AAC Monthly Meeting

  • 14 Jun 2022
  • 7:00 PM - 9:00 PM
  • Kika Silva Pla Planetarium & Zoom


Registration is closed


7:00 - 7:15 General Meeting & Announcements
7:15 - 7:30 Short topic presentation by a club member

7:30 - 7:45 Refreshment break

7:45 - Public Presentation


Marcia Bartusiak

Professor Emeritus, Massachusetts Institute of Technology

Author & Journalist


Topic: Edwin Hubble's Discovery of the Modern Universe


The 100th anniversary of young Edwin Hubble's discovery of the modern universe is coming up in 2023. This discovery, which many consider one of most significant discoveries in scientific history, sent shock waves through the scientific community, and eventually revealed that our universe is a thousand trillion times larger than originally thought. Marcia Bartusiak will give a presentation on the steps leading up to this astounding discovery.

About the Speaker:

Combining her skills as a journalist with an advanced degree in physics, Marcia Bartusiak has been covering the fields of astronomy and physics for four decades. The author of seven books, she is Professor of the Practice Emeritus in the Graduate Program in Science Writing at the Massachusetts Institute of Technology. Her latest books are Dispatches from Planet 3, an essay collection for the armchair astronomer, a revised edition of Einstein's Unfinished Symphony, her award-winning history of gravitational-wave astronomy and its first detections, and Black Hole: How an Idea Abandoned by Newtonians, Hated by Einstein, and Gambled on by Hawking Became Loved

Bartusiak is also the author of Thursday's Universe, a layman's guide to the frontiers of astrophysics and cosmology, and Through a Universe Darkly, a history of astronomers' centuries-long quest to discover the universe's composition. Both were named notable science books by The New York Times. More recently published are The Day We Found the Universe, a narrative saga of the birth of modern cosmology and the 2010 winner of the History of Science Society's Davis Prize, and Archives of the Universe, a history of the major discoveries in astronomy told through 100 of the original scientific publications. She was elected a Fellow of the American Association for the Advancement of Science, has won the American Institute of Physics Science Writing Prize three times, and also received the AIP's prestigious Gemant Award for "significant contributions to the cultural, artistic, or humanistic dimension of physics."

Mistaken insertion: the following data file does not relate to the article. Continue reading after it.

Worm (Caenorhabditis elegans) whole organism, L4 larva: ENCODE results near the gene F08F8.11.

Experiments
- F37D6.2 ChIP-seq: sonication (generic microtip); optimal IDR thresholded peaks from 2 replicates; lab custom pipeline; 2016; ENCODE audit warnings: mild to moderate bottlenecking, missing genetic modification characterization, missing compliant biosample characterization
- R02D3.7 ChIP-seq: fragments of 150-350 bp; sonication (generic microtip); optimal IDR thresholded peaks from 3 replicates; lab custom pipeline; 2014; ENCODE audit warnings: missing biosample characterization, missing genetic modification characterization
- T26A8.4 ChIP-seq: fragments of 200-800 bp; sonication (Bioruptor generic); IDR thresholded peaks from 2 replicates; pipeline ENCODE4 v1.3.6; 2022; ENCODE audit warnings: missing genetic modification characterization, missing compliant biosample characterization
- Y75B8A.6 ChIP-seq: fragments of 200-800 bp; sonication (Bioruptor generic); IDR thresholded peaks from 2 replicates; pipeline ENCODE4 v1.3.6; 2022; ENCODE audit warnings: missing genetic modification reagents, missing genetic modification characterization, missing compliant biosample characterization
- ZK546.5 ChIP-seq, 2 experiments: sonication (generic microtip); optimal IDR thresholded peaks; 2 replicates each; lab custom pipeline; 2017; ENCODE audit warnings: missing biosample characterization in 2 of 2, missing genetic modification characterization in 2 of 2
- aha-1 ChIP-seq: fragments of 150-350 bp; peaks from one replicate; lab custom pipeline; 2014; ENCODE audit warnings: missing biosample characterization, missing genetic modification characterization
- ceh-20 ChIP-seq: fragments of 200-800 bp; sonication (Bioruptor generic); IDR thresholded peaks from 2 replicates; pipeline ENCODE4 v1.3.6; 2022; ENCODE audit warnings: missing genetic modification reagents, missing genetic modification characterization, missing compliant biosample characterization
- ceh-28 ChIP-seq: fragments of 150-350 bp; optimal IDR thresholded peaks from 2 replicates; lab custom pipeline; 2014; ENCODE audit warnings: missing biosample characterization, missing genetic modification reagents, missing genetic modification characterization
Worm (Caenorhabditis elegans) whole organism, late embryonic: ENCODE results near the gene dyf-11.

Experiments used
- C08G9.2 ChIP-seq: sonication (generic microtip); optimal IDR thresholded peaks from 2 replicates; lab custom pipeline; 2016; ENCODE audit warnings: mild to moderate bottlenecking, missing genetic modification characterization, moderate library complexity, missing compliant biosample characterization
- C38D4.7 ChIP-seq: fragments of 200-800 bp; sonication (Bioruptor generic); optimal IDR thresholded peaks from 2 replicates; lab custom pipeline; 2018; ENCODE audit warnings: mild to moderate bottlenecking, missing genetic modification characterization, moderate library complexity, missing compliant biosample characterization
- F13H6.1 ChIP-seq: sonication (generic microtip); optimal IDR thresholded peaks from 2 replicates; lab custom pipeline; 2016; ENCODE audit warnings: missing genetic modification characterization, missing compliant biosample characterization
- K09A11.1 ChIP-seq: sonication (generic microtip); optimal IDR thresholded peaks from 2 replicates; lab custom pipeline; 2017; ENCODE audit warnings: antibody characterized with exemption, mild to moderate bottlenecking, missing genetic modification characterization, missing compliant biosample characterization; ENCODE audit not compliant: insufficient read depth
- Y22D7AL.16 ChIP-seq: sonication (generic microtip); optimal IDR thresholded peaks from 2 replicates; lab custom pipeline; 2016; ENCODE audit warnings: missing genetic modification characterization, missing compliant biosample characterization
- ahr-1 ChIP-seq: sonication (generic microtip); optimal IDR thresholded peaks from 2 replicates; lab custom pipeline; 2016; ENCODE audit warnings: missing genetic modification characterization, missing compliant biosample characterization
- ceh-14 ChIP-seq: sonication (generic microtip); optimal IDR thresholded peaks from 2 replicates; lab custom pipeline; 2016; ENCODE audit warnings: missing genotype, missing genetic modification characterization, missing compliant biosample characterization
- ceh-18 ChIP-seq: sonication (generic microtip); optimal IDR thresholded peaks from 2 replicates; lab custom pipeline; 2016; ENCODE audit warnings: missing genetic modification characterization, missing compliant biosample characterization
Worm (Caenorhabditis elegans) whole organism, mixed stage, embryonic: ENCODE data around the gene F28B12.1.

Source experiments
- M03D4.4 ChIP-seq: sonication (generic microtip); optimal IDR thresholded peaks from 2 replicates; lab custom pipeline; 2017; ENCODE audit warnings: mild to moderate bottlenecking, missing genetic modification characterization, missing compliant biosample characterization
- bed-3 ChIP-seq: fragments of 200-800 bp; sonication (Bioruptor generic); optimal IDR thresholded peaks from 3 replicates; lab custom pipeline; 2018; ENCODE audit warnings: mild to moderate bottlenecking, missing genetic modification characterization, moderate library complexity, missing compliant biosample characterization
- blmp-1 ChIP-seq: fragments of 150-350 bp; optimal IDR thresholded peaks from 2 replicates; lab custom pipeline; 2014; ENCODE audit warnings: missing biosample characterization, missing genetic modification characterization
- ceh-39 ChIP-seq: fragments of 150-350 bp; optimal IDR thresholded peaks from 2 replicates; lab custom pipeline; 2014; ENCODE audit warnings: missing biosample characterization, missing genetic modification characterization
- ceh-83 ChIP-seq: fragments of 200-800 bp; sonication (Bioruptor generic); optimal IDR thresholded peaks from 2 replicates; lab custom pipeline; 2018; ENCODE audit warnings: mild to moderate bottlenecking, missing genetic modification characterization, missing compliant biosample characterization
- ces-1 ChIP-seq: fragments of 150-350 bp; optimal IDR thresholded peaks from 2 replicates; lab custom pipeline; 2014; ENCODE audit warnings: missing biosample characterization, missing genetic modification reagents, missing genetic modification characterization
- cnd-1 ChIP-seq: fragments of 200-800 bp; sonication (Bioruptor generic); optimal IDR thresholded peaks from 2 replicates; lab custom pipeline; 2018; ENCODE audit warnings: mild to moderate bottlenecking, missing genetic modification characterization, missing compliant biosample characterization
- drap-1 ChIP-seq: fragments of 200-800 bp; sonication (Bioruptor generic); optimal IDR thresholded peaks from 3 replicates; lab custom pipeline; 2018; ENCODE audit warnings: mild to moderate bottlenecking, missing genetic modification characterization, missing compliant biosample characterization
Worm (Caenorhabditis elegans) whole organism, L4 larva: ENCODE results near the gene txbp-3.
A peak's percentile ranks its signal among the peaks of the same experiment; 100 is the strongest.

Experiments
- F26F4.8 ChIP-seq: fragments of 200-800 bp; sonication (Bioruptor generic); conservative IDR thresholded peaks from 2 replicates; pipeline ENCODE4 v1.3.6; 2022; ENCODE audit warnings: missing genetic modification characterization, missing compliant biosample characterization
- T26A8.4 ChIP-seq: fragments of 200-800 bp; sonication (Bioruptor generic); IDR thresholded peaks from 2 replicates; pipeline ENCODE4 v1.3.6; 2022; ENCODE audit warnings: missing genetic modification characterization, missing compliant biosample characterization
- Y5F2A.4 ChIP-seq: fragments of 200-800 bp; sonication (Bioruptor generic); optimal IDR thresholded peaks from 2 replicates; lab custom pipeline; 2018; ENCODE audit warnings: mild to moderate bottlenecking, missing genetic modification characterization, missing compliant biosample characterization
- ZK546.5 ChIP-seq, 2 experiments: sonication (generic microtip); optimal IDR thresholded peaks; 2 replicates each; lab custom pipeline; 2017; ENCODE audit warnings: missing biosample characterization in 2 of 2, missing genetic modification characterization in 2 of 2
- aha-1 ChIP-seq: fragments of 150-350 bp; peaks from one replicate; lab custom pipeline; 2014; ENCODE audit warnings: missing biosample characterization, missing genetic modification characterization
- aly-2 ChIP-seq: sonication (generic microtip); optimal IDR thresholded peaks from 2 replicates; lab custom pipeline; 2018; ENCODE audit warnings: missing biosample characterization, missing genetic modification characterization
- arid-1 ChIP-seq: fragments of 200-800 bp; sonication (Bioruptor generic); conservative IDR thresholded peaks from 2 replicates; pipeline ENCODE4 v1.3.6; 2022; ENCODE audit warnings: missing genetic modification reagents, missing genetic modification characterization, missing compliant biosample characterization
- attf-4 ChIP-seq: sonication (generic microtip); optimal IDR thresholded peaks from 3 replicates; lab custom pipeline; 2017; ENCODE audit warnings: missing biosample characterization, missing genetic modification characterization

Graduating in 1971 with a degree in communications from American University in Washington, D.C., Bartusiak first spent four years as a TV reporter and anchorwoman in Norfolk, Virginia. Assignments at the nearby NASA Langley Research Center sparked a love for science news, which encouraged her to enter Old Dominion University for a master's degree in physics. Her research involved the effects of radiation on optical materials sent into space as parts of orbiting astronomical observatories, including the Hubble Space Telescope and the International Ultraviolet Explorer. 

Writing Interests

Starting her science-writing career as an intern at Science News and then as a charter member of Discover's writing staff, she continues to write about astronomy and physics in a variety of national publications. Her work has appeared in National GeographicAstronomy, Science, Popular ScienceSky & TelescopeWorld Book EncyclopediaSmithsonian, and Technology Review. For many years a contributing editor at Discover, she is now on the editorial advisory board of Astronomy magazine. She also reviews science books for The Washington Post and Wall Street Journal.  


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